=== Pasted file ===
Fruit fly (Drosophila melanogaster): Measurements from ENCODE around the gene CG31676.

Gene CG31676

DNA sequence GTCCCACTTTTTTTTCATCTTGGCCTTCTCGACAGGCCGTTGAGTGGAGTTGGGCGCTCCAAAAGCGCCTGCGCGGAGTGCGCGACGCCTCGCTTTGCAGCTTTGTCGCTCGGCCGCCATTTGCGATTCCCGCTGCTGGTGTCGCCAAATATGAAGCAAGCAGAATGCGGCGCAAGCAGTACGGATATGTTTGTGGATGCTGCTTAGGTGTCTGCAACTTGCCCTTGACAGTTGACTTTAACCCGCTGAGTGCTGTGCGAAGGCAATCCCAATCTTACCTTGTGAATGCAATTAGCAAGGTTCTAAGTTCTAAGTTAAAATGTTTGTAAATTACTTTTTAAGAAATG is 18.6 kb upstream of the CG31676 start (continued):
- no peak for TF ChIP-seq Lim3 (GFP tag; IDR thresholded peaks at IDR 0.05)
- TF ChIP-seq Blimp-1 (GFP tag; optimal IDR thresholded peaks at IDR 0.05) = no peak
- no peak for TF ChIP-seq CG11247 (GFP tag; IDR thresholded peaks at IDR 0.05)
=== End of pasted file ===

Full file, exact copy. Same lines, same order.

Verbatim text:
Fruit fly (Drosophila melanogaster): Measurements from ENCODE around the gene CG31676.

Gene CG31676

DNA sequence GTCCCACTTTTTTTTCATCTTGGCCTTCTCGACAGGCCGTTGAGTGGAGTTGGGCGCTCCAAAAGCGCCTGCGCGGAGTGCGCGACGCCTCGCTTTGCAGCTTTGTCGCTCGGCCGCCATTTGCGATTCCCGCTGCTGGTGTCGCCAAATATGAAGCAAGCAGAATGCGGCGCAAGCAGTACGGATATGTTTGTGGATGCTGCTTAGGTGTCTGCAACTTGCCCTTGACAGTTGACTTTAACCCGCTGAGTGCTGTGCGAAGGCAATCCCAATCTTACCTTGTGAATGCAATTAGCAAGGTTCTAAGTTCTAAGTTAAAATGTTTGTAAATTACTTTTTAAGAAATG is 18.6 kb upstream of the CG31676 start (continued):
- no peak for TF ChIP-seq Lim3 (GFP tag; IDR thresholded peaks at IDR 0.05)
- TF ChIP-seq Blimp-1 (GFP tag; optimal IDR thresholded peaks at IDR 0.05) = no peak
- no peak for TF ChIP-seq CG11247 (GFP tag; IDR thresholded peaks at IDR 0.05)